Marshall Adult Education



Faces among the figures

By Rae Kruger - Independent Staff Writer
Used by permission


Marshall resident goes before legislators at state Capitol to share how Adult Basic Education has helped change his life.

MARSHALL — Mohamed Ahmed told a story Tuesday in front of dozens of legislators and others at the state Capitol in St. Paul.

Ahmed said Wednesday while he shared his story, it is a story of many others who’ve used Adult Basic Education in Marshall.

Ahmed of Marshall works in human resources at Turkey Valley Farms in Marshall and completed his GED requirements last year through Adult Basic Education in Marshall.“I’m glad I got my GED through (ABE),” Ahmed said. “My wife uses classes as well. It helps us, helps our kids, because we can help them as parents and get more involved in their education.

 “A lot of people depend on help from here.”


Read the text of Mohamed Ahmed's speech before the legislators at the State Capital HERE

Vickie Radloff, an instructor with the Marshall ABE program, said Ahmed was one of the human faces in an expanse of statistics legislators often get on ABE programs.

Ahmed spoke as part of the Literacy Minnesota Legislative Forum on Tuesday at the Capitol. The day’s goal was to better inform legislators of the importance of ABE classes and the need to better fund the programs in Minnesota.

“What I said was the (ABE) program has helped a lot of Minnesotans, especially in Marshall where the need is great and people depend on ABE,” Ahmed said. “Business and organizations use ABE.”

Ahmed knows that immigrants and others who lack literacy and other skills can struggle at the workplace and in the community.

For example, a child brings a report card home from school and the parent can’t read it, Ahmed said.

Employees at Turkey Valley have brought him personal letters so he can read the letters for them, Ahmed said.

Ahmed came to Marshall in 1999 and began to take ABE classes.

Like many others, it was tough to find time for classes between working, family demands and paying the bills, Ahmed said.

He stuck with classes and eventually reached his goal of completing his GED.

Now, Ahmed works with ABE staff to make sure others get the same opportunity he had.

Radloff said ABE has strong connections with Turkey Valley and after a recent meeting with plant officials determined that a 7-9 p.m. ABE class would serve many employees. ABE has already offered 5:30 p.m. and 6:30 p.m. classes.

Those classes can’t happen without money, Ahmed said. ABE will serve as many people as possible with as much money it has, Ahmed said.

But more money is needed to ensure that ABE can serve the need in Marshall and in Minnesota, Ahmed said.

Ahmed was one of three ABE learners who spoke Tuesday. He was the only speaker from outside the Twin Cities metropolitan area.

“I represented ABE and showed the success ABE brings to people,” Ahmed said. “The changes made in people’s lives and the difference for a better way of life.”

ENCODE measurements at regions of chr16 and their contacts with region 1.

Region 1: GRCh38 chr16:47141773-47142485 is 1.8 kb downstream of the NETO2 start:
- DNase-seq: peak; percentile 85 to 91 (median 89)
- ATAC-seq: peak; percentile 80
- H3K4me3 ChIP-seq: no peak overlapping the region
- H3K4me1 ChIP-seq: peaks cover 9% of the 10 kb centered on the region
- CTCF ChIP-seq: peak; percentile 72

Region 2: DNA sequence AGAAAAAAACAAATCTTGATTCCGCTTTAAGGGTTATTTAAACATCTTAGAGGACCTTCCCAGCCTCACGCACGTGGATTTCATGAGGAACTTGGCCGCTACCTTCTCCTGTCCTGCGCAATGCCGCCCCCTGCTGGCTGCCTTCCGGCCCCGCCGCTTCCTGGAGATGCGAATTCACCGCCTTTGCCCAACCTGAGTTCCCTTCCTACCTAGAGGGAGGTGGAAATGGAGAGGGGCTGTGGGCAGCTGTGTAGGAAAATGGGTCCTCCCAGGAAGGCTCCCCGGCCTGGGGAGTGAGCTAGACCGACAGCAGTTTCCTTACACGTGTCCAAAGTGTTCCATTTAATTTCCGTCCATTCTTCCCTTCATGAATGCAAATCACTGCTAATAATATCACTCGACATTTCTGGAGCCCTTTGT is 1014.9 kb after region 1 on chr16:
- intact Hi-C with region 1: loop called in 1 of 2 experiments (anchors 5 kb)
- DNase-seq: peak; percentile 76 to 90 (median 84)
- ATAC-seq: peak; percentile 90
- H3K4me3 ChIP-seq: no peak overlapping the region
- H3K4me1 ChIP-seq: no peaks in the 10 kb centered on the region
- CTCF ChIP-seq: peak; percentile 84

A native of Somalia, Ahmed said he was aware of the opportunity he had to be in a state capitol and speak in front of legislators.

In Somalia, he wouldn’t have been able to say anything against his government and probably wouldn’t have ever been inside a government capitol, Ahmed said.

“It’s something people take for granted,” Ahmed said of living in Minnesota and the U.S.

Ahmed already knows the next story he wants to share at the Capitol.

“The next time I want to take my family for a tour of the Capitol — as a Minnesotan, I want to share that with my family and children,” Ahmed said.

Contact Rae Kruger at




Lynd woman who was inspired by trip to Capitol is working on attaining GED.

By Rae Kruger - Independent Staff Writer
Used by permission

Adult Basic Education will help make things better for Nancy Monzon of Lynd.

Monzon is taking GED classes and plans to enroll in Certified Nurses Assistant courses through ABE.

“A GED will help me get better job opportunities in Marshall,” said Monzon said, who wants a “better future for herself” and a “better future for her kids.”

Monzon was with a group of Marshall ABE representatives at the Capitol on Tuesday for a literacy forum, where she and others stressed the need for the state to better fund ABE programs.

Monzon spoke one-on-one with legislators, including Rep. Marty Seifert of Marshall.

“(Seifert) really focused on what I was saying,” Monzon said.

To Monzon, it was inspiring and encouraging that legislators were listening to what she and formal speakers had to say about ABE.

Monzon was born in Guatemala City, Guatemala, but was raised in California until she moved to Marshall about six years ago. She dropped out of high school in the 11th grade and had a child at a young age.

She’s married now and has three children. It’s important for her and her family for her to earn her GED, get a good job and improve, Monzon said.

“Our kids look up to us,” Monzon said. “If they see their parents as good, wealthy and educated, that’s what they will want to be.”

The money the state invests in ABE means people can recover from mistakes, Monzon said.

“It’s a big decision once you decide to go (to ABE) classes but they are there for you,” Monzon said.

ABE helps people better educated, helps to get people off welfare and other aid, and makes a community better, Monzon said.

Contact Rae Kruger at



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E-Mail:    Marshall Adult Education